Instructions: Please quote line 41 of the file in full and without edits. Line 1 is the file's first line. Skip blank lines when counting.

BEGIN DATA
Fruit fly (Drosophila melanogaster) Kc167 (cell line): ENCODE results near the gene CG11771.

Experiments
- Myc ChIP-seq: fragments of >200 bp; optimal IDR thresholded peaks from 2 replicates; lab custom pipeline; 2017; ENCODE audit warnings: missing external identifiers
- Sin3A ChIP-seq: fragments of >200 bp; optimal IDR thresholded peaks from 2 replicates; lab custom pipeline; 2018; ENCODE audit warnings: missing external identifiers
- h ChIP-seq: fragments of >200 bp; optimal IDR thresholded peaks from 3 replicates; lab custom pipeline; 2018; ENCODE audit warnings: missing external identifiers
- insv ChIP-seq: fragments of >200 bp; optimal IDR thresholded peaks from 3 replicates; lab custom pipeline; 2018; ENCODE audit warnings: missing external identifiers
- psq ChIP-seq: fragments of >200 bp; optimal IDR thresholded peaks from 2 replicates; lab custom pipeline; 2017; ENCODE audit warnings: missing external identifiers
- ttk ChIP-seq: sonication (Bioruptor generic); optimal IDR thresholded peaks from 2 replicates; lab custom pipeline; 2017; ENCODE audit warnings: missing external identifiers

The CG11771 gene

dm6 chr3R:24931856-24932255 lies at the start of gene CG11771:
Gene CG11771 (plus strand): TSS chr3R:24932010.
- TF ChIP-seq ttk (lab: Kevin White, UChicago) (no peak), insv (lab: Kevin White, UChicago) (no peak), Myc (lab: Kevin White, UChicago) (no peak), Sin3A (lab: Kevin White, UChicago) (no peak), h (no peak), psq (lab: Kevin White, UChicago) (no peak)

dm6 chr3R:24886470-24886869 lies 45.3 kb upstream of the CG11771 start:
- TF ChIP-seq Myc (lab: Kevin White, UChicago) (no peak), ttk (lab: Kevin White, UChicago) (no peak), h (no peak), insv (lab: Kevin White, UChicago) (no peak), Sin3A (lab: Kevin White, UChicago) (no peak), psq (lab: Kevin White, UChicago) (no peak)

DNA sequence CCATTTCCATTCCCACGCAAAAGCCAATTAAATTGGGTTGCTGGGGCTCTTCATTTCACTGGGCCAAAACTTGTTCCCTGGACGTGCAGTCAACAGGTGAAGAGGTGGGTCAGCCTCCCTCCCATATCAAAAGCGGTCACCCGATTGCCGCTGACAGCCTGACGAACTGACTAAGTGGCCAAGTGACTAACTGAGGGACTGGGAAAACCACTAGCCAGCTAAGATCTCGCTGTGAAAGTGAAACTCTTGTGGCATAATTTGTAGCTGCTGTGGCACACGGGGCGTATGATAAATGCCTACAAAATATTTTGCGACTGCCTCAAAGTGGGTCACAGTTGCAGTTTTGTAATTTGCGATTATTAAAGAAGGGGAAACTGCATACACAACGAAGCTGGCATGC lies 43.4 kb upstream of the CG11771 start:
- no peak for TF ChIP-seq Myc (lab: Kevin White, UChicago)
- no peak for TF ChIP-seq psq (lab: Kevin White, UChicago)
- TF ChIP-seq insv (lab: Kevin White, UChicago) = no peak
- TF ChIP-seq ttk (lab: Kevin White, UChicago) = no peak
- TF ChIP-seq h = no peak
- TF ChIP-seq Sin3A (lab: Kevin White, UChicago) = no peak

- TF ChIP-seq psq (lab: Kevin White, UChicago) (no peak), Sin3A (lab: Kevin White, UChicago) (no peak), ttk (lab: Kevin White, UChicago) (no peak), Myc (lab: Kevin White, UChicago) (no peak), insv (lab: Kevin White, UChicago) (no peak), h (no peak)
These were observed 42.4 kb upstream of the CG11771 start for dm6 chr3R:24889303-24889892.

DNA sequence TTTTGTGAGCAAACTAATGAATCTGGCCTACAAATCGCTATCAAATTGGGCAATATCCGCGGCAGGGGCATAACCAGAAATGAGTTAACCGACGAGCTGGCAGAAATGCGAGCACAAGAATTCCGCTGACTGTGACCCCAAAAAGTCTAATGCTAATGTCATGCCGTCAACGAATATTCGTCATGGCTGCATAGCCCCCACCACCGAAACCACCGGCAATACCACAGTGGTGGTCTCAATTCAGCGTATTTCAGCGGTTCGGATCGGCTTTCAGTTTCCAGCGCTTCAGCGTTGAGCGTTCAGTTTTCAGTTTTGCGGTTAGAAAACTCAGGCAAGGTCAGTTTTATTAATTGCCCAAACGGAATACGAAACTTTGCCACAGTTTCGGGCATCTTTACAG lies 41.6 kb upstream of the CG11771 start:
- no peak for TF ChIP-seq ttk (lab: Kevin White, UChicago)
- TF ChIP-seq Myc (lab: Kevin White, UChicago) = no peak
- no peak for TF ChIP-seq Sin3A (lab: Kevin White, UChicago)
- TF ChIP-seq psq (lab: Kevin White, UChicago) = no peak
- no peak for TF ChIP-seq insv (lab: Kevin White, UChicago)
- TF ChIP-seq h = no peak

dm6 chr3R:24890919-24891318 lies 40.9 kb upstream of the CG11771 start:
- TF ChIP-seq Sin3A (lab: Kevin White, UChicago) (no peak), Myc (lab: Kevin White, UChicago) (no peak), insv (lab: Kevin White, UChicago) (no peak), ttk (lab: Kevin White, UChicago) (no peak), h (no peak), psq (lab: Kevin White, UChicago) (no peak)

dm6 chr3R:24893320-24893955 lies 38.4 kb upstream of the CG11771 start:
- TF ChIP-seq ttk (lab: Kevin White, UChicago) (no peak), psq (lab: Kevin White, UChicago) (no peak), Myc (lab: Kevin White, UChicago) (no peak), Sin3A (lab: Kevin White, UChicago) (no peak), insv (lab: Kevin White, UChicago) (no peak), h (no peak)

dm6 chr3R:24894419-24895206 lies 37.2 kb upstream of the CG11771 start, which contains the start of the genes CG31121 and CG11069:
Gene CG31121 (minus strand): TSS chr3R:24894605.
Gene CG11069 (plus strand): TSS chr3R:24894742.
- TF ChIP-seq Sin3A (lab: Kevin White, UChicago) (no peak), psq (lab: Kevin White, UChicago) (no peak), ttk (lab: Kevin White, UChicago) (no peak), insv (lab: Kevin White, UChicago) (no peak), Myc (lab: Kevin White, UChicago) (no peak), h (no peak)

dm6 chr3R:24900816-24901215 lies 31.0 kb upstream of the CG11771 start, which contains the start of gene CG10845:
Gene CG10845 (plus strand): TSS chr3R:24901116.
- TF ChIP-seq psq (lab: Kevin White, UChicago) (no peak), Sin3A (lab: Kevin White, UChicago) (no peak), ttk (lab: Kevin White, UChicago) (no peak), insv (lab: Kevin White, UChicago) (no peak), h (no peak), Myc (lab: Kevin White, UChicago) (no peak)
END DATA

- TF ChIP-seq psq (lab: Kevin White, UChicago) (no peak), Sin3A (lab: Kevin White, UChicago) (no peak), ttk (lab: Kevin White, UChicago) (no peak), insv (lab: Kevin White, UChicago) (no peak), h (no peak), Myc (lab: Kevin White, UChicago) (no peak)